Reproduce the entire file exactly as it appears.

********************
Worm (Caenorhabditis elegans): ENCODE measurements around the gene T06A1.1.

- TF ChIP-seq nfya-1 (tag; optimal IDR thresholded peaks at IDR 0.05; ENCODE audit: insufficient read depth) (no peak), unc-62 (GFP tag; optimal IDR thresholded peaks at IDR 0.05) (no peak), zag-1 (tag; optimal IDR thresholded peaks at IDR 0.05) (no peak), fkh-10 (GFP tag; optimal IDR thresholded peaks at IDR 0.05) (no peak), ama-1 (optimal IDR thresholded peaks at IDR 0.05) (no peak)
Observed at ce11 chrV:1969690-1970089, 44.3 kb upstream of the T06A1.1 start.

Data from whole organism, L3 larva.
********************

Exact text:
Worm (Caenorhabditis elegans): ENCODE measurements around the gene T06A1.1.

- TF ChIP-seq nfya-1 (tag; optimal IDR thresholded peaks at IDR 0.05; ENCODE audit: insufficient read depth) (no peak), unc-62 (GFP tag; optimal IDR thresholded peaks at IDR 0.05) (no peak), zag-1 (tag; optimal IDR thresholded peaks at IDR 0.05) (no peak), fkh-10 (GFP tag; optimal IDR thresholded peaks at IDR 0.05) (no peak), ama-1 (optimal IDR thresholded peaks at IDR 0.05) (no peak)
Observed at ce11 chrV:1969690-1970089, 44.3 kb upstream of the T06A1.1 start.

Data from whole organism, L3 larva.